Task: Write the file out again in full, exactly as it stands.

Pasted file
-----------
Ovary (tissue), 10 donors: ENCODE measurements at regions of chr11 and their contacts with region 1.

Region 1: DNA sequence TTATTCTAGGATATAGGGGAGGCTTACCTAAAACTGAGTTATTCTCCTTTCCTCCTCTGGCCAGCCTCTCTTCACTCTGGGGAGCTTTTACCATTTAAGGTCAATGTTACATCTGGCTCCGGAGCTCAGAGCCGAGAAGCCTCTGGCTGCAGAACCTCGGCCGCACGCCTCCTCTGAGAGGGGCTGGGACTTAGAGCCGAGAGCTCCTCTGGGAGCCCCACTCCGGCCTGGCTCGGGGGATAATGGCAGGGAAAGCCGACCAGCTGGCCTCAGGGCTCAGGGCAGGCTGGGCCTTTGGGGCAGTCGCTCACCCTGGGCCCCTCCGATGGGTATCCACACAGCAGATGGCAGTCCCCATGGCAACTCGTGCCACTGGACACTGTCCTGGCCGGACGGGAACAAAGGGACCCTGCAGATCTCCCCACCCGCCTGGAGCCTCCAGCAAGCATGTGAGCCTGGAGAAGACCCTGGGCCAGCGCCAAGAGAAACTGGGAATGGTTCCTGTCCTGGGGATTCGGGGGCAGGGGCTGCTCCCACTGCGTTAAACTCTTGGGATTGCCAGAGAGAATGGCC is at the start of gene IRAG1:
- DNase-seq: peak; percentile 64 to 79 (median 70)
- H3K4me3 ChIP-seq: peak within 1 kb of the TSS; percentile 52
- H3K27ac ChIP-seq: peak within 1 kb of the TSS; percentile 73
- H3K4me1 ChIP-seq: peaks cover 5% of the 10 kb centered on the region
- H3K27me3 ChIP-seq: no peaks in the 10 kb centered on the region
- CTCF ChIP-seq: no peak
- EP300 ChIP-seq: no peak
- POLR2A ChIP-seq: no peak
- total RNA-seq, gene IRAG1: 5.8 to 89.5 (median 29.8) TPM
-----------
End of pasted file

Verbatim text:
Ovary (tissue), 10 donors: ENCODE measurements at regions of chr11 and their contacts with region 1.

Region 1: DNA sequence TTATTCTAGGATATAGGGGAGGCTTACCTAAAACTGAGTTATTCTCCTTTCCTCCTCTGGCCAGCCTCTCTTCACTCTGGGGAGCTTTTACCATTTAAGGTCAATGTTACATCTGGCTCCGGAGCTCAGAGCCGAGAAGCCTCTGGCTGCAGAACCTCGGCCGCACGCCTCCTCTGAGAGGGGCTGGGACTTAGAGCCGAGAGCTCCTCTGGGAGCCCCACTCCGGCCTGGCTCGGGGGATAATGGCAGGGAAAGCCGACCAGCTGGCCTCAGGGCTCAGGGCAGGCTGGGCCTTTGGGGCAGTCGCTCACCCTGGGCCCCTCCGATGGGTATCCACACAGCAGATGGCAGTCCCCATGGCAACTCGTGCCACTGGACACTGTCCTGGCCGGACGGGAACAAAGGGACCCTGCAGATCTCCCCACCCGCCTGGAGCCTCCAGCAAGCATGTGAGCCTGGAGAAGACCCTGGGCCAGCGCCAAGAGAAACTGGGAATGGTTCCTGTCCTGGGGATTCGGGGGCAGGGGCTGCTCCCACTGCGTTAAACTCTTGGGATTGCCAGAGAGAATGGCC is at the start of gene IRAG1:
- DNase-seq: peak; percentile 64 to 79 (median 70)
- H3K4me3 ChIP-seq: peak within 1 kb of the TSS; percentile 52
- H3K27ac ChIP-seq: peak within 1 kb of the TSS; percentile 73
- H3K4me1 ChIP-seq: peaks cover 5% of the 10 kb centered on the region
- H3K27me3 ChIP-seq: no peaks in the 10 kb centered on the region
- CTCF ChIP-seq: no peak
- EP300 ChIP-seq: no peak
- POLR2A ChIP-seq: no peak
- total RNA-seq, gene IRAG1: 5.8 to 89.5 (median 29.8) TPM